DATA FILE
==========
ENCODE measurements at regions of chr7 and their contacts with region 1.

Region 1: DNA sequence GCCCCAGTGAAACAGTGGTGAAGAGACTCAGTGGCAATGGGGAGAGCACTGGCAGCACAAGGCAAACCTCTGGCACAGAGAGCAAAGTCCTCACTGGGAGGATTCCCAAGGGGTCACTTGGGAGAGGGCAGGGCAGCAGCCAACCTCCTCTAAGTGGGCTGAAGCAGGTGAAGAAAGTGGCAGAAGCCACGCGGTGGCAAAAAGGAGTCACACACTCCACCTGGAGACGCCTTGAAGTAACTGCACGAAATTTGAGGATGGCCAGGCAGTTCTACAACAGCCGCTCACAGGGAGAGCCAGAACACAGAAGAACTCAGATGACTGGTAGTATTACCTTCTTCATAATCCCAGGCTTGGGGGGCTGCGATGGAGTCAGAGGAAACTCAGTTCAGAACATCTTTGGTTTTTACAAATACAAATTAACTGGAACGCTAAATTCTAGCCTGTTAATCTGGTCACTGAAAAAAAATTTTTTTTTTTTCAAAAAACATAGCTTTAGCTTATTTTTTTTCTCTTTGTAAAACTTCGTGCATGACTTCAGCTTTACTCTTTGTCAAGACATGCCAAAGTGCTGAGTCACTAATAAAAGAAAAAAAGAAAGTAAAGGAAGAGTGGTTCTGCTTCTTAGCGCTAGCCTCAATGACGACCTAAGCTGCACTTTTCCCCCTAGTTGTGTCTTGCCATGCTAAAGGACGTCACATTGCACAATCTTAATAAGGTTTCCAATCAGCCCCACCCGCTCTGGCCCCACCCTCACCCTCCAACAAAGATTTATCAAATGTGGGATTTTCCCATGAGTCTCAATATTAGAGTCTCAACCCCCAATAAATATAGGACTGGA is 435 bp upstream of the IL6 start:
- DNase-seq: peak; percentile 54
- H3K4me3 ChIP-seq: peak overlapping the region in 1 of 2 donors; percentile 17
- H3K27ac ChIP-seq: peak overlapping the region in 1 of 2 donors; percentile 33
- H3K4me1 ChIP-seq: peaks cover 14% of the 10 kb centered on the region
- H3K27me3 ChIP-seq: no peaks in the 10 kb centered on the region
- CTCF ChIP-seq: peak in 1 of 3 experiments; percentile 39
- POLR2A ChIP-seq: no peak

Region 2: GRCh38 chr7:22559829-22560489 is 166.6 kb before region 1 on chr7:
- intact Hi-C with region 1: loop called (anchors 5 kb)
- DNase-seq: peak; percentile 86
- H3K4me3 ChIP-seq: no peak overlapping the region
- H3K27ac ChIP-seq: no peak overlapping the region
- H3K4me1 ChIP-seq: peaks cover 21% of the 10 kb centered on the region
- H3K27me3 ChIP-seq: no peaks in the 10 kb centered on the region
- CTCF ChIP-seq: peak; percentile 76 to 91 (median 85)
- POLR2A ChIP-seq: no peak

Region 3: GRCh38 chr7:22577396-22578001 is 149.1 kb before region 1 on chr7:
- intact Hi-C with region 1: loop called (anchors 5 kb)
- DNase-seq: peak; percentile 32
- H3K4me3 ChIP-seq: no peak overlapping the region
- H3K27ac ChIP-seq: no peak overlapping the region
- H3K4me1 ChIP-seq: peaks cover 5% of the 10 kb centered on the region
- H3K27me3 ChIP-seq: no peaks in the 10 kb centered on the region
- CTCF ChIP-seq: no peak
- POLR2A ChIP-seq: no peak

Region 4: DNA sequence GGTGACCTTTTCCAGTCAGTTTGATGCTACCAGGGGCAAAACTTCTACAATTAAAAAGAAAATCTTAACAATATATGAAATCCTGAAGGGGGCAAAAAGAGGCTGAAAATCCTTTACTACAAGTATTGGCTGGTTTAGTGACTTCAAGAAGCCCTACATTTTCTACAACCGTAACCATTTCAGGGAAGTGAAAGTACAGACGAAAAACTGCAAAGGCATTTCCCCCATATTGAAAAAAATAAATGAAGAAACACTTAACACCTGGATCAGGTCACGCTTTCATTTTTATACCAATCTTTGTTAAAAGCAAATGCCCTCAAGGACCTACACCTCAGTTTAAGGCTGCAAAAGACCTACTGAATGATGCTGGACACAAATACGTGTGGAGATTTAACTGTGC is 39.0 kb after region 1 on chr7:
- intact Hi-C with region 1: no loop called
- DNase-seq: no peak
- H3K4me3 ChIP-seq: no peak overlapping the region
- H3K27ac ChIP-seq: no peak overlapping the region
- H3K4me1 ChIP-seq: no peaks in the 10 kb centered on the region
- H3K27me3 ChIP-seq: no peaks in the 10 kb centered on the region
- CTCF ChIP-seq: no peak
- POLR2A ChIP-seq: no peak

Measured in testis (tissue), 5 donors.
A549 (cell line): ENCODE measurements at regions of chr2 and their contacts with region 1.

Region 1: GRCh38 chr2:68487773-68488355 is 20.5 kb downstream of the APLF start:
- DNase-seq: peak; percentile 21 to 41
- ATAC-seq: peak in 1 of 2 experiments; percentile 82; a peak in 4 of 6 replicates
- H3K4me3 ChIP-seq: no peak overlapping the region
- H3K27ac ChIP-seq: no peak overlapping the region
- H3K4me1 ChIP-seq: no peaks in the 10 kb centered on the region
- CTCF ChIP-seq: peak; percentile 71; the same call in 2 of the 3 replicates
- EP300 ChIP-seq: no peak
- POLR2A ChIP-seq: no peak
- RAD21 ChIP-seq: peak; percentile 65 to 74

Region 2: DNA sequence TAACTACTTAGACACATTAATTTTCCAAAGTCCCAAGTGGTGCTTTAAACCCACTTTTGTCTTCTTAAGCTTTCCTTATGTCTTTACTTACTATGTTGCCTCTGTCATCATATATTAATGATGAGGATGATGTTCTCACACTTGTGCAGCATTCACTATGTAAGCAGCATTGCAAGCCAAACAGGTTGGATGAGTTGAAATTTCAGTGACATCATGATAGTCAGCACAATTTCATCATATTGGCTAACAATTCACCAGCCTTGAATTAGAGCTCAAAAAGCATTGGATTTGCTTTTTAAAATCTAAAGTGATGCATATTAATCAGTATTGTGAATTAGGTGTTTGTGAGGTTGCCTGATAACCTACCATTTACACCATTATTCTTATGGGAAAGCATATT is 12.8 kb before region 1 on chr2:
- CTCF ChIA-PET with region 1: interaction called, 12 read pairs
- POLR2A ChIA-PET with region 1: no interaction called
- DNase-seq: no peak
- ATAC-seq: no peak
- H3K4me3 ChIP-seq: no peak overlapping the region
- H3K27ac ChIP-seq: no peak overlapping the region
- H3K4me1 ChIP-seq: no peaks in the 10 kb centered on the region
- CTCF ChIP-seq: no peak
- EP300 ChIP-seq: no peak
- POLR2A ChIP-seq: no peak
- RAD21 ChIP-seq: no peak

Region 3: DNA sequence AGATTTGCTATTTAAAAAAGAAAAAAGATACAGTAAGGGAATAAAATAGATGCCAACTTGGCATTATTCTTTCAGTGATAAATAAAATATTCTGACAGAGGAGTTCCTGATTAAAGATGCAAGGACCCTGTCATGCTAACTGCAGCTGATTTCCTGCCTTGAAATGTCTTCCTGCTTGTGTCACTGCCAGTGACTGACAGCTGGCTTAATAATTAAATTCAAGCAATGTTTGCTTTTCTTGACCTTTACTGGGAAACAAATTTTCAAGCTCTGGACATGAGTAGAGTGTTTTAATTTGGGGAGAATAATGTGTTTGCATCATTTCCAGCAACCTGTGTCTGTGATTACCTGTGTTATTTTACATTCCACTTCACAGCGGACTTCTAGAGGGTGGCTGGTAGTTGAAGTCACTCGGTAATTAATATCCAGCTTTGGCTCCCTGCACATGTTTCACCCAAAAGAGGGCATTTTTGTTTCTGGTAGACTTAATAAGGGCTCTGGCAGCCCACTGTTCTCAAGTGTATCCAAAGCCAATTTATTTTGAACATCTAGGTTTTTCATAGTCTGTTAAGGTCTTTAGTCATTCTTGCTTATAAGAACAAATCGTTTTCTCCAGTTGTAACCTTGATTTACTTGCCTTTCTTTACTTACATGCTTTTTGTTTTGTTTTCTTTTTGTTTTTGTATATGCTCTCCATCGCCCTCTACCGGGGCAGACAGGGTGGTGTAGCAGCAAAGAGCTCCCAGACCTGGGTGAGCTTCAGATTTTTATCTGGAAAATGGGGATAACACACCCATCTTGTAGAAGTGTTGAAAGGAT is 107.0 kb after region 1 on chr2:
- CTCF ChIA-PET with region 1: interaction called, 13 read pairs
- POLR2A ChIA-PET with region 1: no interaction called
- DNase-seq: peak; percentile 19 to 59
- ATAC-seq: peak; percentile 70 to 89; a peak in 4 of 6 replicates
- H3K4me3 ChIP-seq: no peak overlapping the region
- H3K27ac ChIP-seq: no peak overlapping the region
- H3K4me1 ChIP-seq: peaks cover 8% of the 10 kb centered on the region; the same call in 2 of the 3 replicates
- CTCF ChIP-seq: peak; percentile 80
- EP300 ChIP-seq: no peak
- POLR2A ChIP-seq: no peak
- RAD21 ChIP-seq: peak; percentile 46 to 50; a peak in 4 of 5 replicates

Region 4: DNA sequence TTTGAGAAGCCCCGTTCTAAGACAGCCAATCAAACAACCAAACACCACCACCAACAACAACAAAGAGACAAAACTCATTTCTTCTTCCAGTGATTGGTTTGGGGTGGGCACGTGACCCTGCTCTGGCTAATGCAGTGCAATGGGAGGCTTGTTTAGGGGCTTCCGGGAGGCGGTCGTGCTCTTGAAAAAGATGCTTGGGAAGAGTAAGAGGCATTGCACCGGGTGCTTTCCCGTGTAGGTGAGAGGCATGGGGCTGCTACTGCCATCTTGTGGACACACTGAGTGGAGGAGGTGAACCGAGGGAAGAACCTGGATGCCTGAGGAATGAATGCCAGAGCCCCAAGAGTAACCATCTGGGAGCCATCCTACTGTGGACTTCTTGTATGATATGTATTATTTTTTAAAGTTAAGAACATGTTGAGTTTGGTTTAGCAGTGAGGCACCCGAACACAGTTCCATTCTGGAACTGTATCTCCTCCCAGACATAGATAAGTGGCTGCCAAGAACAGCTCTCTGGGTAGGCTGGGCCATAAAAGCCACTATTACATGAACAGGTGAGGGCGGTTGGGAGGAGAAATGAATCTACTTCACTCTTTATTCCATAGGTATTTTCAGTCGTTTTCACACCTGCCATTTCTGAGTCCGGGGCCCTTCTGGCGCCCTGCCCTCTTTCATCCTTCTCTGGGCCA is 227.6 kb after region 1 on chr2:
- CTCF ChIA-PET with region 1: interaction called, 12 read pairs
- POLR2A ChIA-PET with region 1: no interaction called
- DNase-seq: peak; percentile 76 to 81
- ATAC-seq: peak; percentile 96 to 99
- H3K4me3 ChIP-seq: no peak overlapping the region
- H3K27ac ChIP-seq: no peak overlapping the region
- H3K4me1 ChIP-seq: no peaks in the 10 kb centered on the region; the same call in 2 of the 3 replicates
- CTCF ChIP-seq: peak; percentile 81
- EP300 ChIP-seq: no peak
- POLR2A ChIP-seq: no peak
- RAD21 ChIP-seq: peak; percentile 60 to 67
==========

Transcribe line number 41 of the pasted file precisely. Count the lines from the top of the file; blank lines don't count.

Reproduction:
- ATAC-seq: peak in 1 of 2 experiments; percentile 82; a peak in 4 of 6 replicates